Every time it rains, fish living downstream of storm drains are exposed to pollutants, including the tire-derived compound 6PPD-quinone, in the runoff. Recently, this substance has been linked to massive die-offs of coho salmon across the U.S. West Coast. Now, researchers in ACS’ Environmental Science & Technology Letters report that exposure to 6PPD-quinone at environmentally relevant levels can also be deadly for rainbow and brook trout, though not for Arctic char or white sturgeon.
Rubber tires are fortified with protectants, such as N-(1,3-dimethylbutyl)-N’-phenyl-p-phenylenediamine or simply 6PPD, so they can be safely driven for a long time. However, as the treads wear down and pieces flake off over time, small rubber particles scatter across roads. There, they react with oxidants such as ozone in the air, converting 6PPD to 6PPD-quinone, which washes into waterways along with the source tire particles in stormwater runoff. Previous studies reported that exposure to small amounts of 6PPD-quinone is toxic to coho salmon—a popular fish among recreational fishers and an environmentally important species—and likely caused the phenomenon in urban streams called urban runoff mortality syndrome. Conversely, another study indicated that zebrafish and Japanese medaka can withstand even very high amounts of 6PPD-quinone. So, Markus Brinkmann, Markus Hecker, Steve Wiseman and colleagues wanted to see whether this contaminant poses a risk to a broader range of commercially, culturally and ecologically important fish species.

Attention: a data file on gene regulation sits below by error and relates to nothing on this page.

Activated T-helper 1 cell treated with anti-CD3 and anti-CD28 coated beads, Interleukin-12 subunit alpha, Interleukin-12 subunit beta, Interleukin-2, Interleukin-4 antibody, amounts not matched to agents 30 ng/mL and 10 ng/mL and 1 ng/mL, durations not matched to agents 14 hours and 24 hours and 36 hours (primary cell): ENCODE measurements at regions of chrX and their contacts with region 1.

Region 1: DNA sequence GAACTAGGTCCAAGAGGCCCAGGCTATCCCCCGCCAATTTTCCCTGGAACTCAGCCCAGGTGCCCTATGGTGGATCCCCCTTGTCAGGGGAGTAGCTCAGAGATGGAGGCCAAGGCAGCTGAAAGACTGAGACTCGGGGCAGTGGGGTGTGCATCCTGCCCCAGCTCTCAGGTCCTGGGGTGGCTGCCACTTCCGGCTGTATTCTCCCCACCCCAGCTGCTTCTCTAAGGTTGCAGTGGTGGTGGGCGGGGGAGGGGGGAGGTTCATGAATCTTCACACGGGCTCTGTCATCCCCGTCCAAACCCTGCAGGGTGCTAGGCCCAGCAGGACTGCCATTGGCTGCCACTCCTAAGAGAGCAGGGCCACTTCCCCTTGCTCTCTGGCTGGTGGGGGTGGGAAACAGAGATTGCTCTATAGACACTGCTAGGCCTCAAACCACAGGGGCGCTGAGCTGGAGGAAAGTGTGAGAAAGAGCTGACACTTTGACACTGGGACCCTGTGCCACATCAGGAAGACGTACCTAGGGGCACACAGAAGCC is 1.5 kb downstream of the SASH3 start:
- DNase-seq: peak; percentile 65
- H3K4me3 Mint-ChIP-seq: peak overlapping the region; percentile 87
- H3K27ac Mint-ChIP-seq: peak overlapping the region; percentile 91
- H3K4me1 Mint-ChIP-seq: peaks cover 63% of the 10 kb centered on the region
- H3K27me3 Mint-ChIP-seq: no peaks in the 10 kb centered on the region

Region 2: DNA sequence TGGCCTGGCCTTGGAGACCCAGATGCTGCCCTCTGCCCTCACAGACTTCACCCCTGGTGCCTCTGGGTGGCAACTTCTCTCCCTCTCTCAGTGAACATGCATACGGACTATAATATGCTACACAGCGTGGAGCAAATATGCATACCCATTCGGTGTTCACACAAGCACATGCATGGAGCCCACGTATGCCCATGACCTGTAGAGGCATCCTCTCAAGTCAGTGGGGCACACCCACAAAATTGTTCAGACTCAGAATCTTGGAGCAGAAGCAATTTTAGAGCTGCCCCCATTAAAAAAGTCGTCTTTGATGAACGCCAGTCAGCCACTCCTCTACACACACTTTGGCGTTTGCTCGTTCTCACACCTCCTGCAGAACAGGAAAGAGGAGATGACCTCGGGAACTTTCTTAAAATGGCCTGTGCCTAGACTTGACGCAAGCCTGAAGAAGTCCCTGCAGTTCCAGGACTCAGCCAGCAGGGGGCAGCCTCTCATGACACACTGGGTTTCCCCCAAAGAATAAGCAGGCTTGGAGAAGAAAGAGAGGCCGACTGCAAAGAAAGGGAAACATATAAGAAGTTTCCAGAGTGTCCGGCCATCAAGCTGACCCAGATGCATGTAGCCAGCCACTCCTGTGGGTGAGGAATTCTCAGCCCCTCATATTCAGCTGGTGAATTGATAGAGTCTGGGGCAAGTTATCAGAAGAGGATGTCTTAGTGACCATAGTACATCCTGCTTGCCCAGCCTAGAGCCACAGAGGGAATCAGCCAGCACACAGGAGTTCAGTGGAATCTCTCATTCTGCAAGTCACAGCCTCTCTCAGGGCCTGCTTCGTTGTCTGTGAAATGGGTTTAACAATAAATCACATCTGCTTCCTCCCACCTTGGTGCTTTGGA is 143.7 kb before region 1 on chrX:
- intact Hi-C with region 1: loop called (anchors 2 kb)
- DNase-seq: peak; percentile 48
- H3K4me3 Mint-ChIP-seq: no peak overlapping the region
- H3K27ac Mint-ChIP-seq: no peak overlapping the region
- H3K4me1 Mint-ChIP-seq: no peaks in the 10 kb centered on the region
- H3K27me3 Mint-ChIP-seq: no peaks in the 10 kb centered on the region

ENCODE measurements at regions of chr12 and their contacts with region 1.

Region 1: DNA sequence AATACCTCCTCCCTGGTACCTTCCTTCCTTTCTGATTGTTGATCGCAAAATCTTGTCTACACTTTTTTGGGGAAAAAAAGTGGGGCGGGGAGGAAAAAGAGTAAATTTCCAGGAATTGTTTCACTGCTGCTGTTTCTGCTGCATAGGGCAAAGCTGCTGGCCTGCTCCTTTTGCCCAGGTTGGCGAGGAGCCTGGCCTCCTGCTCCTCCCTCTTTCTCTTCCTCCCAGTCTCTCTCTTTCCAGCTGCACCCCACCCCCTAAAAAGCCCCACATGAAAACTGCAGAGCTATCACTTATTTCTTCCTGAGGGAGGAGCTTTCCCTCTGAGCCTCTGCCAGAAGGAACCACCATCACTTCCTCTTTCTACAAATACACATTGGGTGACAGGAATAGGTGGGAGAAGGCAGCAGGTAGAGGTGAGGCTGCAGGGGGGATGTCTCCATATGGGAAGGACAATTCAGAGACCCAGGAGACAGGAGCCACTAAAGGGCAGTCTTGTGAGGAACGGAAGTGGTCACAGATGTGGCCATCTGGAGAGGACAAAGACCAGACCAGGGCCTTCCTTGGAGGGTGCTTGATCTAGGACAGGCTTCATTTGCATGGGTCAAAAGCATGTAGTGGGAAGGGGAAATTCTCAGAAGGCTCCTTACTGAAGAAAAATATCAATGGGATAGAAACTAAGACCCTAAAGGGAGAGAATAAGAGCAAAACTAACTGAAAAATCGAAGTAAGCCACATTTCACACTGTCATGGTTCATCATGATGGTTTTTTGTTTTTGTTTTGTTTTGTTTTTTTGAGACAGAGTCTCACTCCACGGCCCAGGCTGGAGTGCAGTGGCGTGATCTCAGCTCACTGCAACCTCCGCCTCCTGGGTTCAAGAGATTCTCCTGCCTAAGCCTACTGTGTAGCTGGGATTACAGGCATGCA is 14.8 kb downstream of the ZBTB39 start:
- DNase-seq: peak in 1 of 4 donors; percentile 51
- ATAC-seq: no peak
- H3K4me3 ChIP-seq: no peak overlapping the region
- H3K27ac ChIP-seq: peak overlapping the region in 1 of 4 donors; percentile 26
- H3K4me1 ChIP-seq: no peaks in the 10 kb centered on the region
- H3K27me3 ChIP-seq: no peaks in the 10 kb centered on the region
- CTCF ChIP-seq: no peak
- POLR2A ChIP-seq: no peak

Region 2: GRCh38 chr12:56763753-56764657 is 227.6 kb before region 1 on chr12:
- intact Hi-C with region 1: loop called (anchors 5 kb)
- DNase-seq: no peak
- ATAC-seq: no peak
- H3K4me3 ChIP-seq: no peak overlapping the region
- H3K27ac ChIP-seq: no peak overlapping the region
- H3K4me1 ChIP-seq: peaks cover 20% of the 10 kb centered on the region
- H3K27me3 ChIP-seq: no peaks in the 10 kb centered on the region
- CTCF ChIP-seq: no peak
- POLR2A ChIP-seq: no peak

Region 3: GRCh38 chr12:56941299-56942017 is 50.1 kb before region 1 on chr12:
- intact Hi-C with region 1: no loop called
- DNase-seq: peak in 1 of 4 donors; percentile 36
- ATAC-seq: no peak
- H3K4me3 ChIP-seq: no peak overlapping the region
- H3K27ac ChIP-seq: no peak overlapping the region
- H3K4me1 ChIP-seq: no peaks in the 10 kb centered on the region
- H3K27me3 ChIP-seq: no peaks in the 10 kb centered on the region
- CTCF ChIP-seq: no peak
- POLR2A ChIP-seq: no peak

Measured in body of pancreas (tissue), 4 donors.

The researchers exposed juvenile brook trout, rainbow trout, Arctic char and white sturgeon to varying levels of 6PPD-quinone. They found that even small concentrations, such as those regularly occurring in surface waters after stormwater runoff events, were fatal to brook and rainbow trout. For both trout species, the researchers observed an increased blood glucose level after 6PPD-quinone exposure, suggesting it affected the fish’s energy metabolism pathways. However, none of the Arctic char and white sturgeon died after four days of exposure to a high level of the contaminant that was similar to the maximum amount previously observed in stormwater runoff. The results indicate mortality from exposure to 6PPD-quinone varies among fish species, but for animals that don’t die, possible non-lethal effects could be occurring and need further examination, the team says.